DNR Announces Limited Reopening Of Striped Bass Gill Net Fishery
Enforcement Patrols, Poaching Investigations Intensify
Annapolis, Md. (February 22, 2011) — With an estimated 200,000 pounds
of the State’s February quota remaining, the Maryland Department of Natural
Resources (DNR) will reopen the February striped bass gill net fishery on
Friday, February 25, and Monday, February 28; all normal harvest restrictions
will remain in effect. The fishery has been closed since February 4, after 10
tons of illegally captured rockfish were confiscated from the Chesapeake Bay
south of Kent Island. In all, 12.5 tons of illegally captured rockfish have been
found by Natural Resources Police this month.
“While we continue to aggressively search, we have not found any additional illegal gill nets since last Wednesday, and at this time, we are not sufficiently close to the quota to justify penalizing the honest watermen who depend on this fishery during the winter months,” said DNR Secretary John Griffin. “That said, those who continue to violate the public trust should be forewarned: We will be stepping up patrols on the water and at check stations as we continue to vigorously investigate these crimes. And, once apprehended, we will prosecute these offenders to the fullest extent of the law.”
Maryland’s commercial striped bass fishery is managed on a quota system, in cooperation with the Atlantic States Marine Fisheries Commission; commercial and recreational restrictions are used to keep the harvest at or below a target fishing mortality rate. Maryland’s commercial gill net quota for February is 354,318 pounds; the State’s annual commercial quota is 2 million pounds.
“Our record on fisheries management should reassure our citizens, stakeholders and partners that we would not be not be taking this action if we thought it might threaten the resource,” continued Secretary Griffin. Under the leadership of Governor Martin O’Malley, Maryland has been consistently conservative in its approach to managing the State’s fishery resources including blue crabs, oysters, yellow perch, snapping turtles, terrapins, menhaden, horseshoe crabs and river herring.
“An independent survey — outside of commercial harvest reports — is used to inform managers when the harvest exceeds the sustainable fishing mortality rate,” explained DNR Fisheries Director Tom O’Connell. “With peak daily gill net catch rates of 70,000 pounds per day, and a norm of 50,000 to 60,000 pounds per day, a two-day opening is very conservative. We do not expect that this action will cause either the February gill net quota or the annual commercial quota to be exceeded. In the unlikely event the February quota is exceeded, or if additional illegal gill nets with fish are found, the overage will be deducted from the December gill net quota.”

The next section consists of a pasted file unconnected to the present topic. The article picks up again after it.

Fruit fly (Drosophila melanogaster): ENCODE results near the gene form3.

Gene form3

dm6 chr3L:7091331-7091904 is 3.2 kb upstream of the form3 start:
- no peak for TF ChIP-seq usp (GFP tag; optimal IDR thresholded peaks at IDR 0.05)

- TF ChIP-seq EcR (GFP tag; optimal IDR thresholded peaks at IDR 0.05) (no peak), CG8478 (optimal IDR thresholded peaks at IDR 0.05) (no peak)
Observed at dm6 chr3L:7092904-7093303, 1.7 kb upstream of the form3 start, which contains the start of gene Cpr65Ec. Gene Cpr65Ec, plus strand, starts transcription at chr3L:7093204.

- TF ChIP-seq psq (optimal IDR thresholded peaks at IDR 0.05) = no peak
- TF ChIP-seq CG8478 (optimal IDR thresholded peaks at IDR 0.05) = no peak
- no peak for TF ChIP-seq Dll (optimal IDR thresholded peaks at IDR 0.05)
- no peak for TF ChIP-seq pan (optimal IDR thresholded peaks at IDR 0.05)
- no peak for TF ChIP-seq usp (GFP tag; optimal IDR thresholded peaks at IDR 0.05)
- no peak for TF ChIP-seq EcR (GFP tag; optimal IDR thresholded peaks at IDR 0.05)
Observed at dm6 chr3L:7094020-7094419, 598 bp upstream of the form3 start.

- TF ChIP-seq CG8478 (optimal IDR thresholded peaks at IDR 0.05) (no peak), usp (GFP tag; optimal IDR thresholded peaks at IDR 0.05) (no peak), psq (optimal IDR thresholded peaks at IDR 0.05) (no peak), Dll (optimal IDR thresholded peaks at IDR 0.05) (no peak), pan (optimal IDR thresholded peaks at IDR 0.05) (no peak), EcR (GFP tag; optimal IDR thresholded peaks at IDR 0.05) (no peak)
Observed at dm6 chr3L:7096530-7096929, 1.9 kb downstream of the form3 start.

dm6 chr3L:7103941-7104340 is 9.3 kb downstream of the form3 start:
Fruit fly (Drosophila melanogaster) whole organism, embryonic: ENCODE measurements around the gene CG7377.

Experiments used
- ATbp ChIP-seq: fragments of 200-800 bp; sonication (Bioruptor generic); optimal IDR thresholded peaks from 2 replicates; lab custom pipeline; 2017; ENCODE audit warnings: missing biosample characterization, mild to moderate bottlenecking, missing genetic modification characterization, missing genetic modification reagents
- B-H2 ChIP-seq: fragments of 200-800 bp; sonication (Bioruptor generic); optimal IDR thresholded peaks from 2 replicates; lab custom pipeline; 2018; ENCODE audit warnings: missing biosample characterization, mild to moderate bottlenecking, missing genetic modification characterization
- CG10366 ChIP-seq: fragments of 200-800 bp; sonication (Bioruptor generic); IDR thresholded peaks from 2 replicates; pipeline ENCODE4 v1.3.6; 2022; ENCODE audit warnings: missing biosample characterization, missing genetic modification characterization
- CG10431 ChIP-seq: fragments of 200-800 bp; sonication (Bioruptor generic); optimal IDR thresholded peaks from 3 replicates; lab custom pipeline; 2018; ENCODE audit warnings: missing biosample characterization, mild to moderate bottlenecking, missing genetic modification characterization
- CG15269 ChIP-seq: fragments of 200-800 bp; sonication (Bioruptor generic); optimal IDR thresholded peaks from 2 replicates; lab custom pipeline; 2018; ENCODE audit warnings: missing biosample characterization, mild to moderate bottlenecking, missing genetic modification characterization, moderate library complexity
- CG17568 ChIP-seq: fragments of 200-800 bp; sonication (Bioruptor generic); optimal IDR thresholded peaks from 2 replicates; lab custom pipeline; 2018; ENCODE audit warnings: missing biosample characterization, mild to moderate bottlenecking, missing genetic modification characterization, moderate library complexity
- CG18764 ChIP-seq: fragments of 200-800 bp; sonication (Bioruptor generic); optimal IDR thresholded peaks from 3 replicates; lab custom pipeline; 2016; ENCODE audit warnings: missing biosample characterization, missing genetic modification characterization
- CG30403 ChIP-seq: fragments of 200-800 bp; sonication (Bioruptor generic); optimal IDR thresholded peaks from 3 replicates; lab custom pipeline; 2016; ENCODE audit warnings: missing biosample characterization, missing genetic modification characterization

“During these two days, Natural Resources Police operations will be stepped up significantly through increased patrols, additional staff at check stations, and the use of our new electronic monitoring capabilities,” said Col. George Johnson, Natural Resources Police Superintendent.
On February 1, Natural Resources Police confiscated the first of four illegally anchored gill nets with more than 20,000 pounds of striped bass near Bloody Point Light, south of Kent Island in the Chesapeake Bay, forcing the immediate closure of the fishery. On February 11, NRP located additional illegally anchored gill nets containing 3,879 pounds of rockfish – nets officers believe were set after the shut down of the fishery on February 4. Legal sized fish were sold to wholesalers and under and over-sized fish were donated to help feed citizens in need.
Through the extraordinary response of partners and the public, DNR is now offering a $30,500 reward for information leading to the arrest and conviction of those responsible for the striped bass poaching activities uncovered on January 31-February 1. The Chesapeake Bay Foundation, Chesapeake Bay Savers, Maryland Charter Boat Association, Maryland Coastal Conservation Association, Maryland Saltwater Sportfisherman’s Association Maryland Watermen’s Association, and private citizens have all contributed toward the reward.
“Throughout this extremely unfortunate situation, we have been heartened by the support of our stakeholders and citizens,” continued Secretary Griffin. “I would like to challenge other groups to follow their lead, act responsibly and work on behalf of those they represent, those whose livelihoods are threatened by these crimes.
State Senator Brian Frosh has already introduced a bill that would allow DNR to revoke a license for a specified offense related to unlawfully taking striped bass or crabs. DNR is stepping up law enforcement operations and working with stakeholders to develop and propose further regulations and increased penalties to better address under-reporting of harvest at check stations and illegal markets for untagged and unchecked striped bass, in addition to the use of illegal gill nets.
Information on these crimes should be called into the Natural Resources Police Catch-a-Poacher Hotline at 800-635-6124. Callers may remain anonymous.
Photos of seized rockfish are available at http://www.dnr.maryland.gov/dnrnews/pressrelease2011/020411_photos.asp.
|February 22, 2011||
Contact: Josh Davidsburg
The Maryland Department of Natural Resources is the state agency responsible for providing natural and living resource-related services to citizens and visitors. DNR manages nearly one-half million acres of public lands and 17,000 miles of waterways, along with Maryland's forests, fisheries and wildlife for maximum environmental, economic and quality of life benefits. A national leader in land conservation, DNR-managed parks and natural, historic and cultural resources attract 11 million visitors annually. DNR is the lead agency in Maryland's effort to restore the Chesapeake Bay, the state's number one environmental priority. Learn more at www.dnr.maryland.gov